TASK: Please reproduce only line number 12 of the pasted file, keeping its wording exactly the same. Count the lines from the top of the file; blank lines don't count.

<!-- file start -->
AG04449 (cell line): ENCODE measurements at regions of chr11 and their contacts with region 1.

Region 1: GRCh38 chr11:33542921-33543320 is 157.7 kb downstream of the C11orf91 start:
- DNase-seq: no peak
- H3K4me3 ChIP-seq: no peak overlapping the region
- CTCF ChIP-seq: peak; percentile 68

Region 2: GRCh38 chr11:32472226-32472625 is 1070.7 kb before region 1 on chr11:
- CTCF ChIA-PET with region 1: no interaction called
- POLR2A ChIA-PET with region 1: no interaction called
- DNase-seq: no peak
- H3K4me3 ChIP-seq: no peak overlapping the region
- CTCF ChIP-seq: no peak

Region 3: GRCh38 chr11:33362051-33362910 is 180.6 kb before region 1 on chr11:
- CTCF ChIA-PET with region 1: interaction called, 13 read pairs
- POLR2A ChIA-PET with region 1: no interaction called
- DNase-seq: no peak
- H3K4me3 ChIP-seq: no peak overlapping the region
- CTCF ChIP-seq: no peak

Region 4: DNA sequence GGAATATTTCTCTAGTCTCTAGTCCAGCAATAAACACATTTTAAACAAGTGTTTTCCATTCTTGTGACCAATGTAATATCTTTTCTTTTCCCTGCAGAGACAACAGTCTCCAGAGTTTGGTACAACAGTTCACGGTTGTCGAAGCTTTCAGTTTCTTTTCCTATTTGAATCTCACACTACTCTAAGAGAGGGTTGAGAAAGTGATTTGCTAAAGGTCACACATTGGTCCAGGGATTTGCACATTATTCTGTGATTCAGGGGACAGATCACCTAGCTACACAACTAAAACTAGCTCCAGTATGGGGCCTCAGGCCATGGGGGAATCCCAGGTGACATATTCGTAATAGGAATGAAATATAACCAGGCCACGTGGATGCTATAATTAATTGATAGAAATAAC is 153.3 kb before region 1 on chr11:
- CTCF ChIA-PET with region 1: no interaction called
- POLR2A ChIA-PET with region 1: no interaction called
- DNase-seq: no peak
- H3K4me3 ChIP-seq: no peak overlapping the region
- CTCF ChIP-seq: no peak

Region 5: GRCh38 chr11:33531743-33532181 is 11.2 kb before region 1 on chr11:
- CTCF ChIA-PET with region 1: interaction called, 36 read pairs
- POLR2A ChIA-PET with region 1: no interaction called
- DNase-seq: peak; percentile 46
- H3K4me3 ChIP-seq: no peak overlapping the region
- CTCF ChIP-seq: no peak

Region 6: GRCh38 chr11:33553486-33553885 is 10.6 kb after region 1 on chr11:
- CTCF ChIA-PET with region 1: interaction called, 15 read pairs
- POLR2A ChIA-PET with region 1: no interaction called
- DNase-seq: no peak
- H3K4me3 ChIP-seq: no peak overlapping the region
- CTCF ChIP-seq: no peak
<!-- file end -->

Region 3: GRCh38 chr11:33362051-33362910 is 180.6 kb before region 1 on chr11: